Instead of engaging China–a country of 1.5 billion people, the world’s largest exporter, the owner of a trillion dollars in US debt and an industrial giant–in negotiating an end to the crisis in Ukraine, the Biden administration prefers to wag its finger and bark at China, warning it not to arm Russia in the conflict.

Psychologists might call this finger-wagging projection–the old pot calling the kettle black routine. It is the US, not China, that is fueling the conflict with at least $45 billion dollars in ammunition, drones, tanks and rockets in a proxy war that risks–with one miscalculation–turning the world to ash in a nuclear holocaust.

It is the US, not China, that has provoked this crisis by encouraging Ukraine to join NATO, a hostile military alliance that targets Russia in mock nuclear strikes, and by backing a 2014 coup of Ukraine’s democratically elected Russia-friendly president Viktor Yanukovych, thus triggering a civil war between Ukrainian nationalists and ethnic Russians in eastern Ukraine, regions Russia has more recently annexed.

Biden’s sour attitude toward the Chinese peace framework hardly comes as a surprise. After all, even former Israeli Prime Minister Naftali Bennett candidly acknowledged in a five-hour interview on YouTube that it was the West that last March blocked a near-peace deal he had mediated between Ukraine and Russia.

Why did the US block a peace deal? Why won’t President Biden provide a serious response to the Chinese peace plan, let alone engage the Chinese at a negotiating table?

President Biden and his coterie of neo-conservatives, among them Undersecretary of State Victoria Nuland, have no interest in peace if it means the US concedes hegemonic power to a multi-polar world untethered from the all-mighty dollar.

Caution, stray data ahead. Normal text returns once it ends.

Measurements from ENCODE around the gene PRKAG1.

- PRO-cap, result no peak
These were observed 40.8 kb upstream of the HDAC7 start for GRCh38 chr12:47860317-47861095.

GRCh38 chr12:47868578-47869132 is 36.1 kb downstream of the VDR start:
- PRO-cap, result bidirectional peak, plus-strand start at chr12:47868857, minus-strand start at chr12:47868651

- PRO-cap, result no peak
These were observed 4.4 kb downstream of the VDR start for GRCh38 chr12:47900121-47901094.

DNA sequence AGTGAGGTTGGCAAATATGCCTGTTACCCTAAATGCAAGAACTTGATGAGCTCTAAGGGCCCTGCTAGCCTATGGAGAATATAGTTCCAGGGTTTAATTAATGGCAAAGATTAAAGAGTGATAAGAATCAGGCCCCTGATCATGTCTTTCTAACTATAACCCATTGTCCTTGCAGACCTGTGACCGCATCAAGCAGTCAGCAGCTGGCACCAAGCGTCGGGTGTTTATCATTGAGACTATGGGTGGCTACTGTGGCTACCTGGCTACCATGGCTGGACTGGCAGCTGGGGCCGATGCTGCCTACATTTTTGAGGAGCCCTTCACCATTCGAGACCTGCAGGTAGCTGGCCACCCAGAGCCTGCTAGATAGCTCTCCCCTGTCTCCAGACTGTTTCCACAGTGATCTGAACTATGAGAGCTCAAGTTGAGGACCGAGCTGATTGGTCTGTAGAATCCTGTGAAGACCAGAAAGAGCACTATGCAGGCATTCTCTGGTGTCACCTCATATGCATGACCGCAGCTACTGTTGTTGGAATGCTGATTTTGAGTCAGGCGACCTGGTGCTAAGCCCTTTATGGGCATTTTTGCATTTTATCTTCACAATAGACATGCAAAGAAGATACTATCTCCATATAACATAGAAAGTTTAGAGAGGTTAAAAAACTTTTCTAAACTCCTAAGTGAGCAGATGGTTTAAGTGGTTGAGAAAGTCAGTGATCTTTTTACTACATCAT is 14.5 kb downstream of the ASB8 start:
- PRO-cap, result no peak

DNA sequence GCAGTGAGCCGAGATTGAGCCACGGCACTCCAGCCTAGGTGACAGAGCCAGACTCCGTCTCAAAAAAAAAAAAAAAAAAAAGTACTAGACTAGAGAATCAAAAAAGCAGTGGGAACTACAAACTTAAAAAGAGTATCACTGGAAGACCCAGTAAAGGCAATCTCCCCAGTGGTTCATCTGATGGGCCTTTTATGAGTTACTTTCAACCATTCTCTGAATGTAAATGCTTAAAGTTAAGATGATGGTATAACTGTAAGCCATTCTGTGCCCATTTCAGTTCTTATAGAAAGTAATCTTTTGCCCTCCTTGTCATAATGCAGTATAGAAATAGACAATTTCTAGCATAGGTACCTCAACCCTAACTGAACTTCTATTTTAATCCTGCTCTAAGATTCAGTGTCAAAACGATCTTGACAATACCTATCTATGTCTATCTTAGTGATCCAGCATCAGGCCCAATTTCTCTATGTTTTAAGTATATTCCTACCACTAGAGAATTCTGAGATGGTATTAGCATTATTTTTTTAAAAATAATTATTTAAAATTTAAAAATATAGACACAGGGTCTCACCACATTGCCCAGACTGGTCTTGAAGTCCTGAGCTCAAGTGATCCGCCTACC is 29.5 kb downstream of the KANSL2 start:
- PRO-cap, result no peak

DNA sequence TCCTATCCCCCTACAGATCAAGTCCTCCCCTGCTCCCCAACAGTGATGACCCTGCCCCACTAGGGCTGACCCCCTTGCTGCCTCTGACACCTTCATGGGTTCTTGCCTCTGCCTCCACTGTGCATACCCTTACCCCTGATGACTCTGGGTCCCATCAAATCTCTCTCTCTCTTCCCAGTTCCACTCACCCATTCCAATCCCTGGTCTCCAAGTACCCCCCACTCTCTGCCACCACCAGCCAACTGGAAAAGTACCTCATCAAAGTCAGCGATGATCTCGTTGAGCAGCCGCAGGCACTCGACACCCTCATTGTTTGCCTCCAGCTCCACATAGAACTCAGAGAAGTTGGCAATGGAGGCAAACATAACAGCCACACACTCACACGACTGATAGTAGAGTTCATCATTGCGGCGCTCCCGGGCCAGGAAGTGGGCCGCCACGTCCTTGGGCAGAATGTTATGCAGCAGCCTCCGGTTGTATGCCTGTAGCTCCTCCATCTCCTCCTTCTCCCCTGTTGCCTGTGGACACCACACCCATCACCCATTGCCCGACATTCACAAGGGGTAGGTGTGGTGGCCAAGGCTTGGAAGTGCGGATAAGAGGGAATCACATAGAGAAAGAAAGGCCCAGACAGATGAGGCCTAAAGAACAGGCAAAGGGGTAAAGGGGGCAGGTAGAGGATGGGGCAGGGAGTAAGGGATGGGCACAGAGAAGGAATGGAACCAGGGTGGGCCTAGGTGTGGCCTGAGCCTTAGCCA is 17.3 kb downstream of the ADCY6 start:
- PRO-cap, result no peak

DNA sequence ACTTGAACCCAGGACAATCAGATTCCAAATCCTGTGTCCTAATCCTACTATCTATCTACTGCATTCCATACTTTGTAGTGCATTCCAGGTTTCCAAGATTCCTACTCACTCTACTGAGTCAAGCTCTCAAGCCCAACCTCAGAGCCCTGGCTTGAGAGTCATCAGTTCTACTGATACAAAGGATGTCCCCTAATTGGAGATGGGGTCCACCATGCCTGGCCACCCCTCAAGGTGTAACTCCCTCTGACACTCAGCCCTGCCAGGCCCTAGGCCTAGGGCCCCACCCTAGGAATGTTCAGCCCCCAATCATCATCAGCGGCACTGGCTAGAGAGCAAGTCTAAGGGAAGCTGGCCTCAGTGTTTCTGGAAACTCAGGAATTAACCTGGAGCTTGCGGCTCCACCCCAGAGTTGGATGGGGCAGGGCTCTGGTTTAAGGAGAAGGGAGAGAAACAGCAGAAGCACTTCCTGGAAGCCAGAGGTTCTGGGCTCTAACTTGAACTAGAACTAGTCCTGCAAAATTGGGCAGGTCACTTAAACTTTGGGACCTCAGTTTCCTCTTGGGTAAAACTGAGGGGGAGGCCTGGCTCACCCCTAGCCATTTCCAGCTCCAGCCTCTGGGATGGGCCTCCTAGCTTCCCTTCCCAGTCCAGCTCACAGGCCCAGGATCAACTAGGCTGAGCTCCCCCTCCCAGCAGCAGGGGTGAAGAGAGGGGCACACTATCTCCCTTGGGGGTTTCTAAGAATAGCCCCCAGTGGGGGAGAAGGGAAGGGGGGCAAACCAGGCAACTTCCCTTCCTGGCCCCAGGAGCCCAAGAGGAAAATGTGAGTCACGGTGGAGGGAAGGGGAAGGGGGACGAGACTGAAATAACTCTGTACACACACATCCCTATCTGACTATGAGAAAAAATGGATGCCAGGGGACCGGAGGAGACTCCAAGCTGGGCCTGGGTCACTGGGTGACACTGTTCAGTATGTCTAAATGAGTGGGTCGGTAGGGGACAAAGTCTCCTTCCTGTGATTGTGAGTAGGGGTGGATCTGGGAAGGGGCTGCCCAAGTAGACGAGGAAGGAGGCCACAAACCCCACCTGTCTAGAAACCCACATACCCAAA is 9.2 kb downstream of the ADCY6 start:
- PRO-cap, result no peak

What may have gotten Biden unnerved—besides the possibility that China might emerge the hero in this bloody saga—is China’s call for the lifting of unilateral sanctions. The US imposes unilateral sanctions on officials and companies from Russia, China and Iran. It imposes sanctions on whole countries, too, like Cuba, where a cruel 60-year embargo, plus assignment to the State Sponsor of Terrorism list, made it difficult for Cuba to obtain syringes to administer its own vaccines during the COVID pandemic. Oh, and let’s not forget Syria, where after an earthquake killed tens of thousands and left hundreds of thousands homeless, the country struggles to receive medicine and blankets due to US sanctions that discourage humanitarian aid workers from operating inside Syria.

Despite China’s insistence it is not considering weapons shipments to Russia, Reuters reports the Biden administration is taking the pulse of G-7 countries to see if they would approve new sanctions against China if that country provides Russia with military support.

The idea that China could play a positive role was also dismissed by NATO Secretary General Jens Stoltenberg, who said, “China doesn’t have much credibility because they have not been able to condemn the illegal invasion of Ukraine.”

Ditto from US Secretary of State Antony Blinken, who told ABC’s Good Morning America, “China has been trying to have it both ways: It’s on the one hand trying to present itself publicly as neutral and seeking peace, while at the same time it is talking up Russia’s false narrative about the war.”

False narrative or different perspective?

In August of 2022, China’s ambassador to Moscow charged that the United States was the “main instigator”of the Ukraine war, provoking Russia with NATO expansion to Russia’s borders.

This is not an uncommon perspective and is one shared by economist Jeffrey Sachs who, in a February 25, 2023 video directed at thousands of anti-war protesters in Berlin, said the war in Ukraine did not start a year ago, but nine years ago when the US backed the coup that overthrew Yanukovych after he preferred Russia’s loan terms to the European Union’s offer.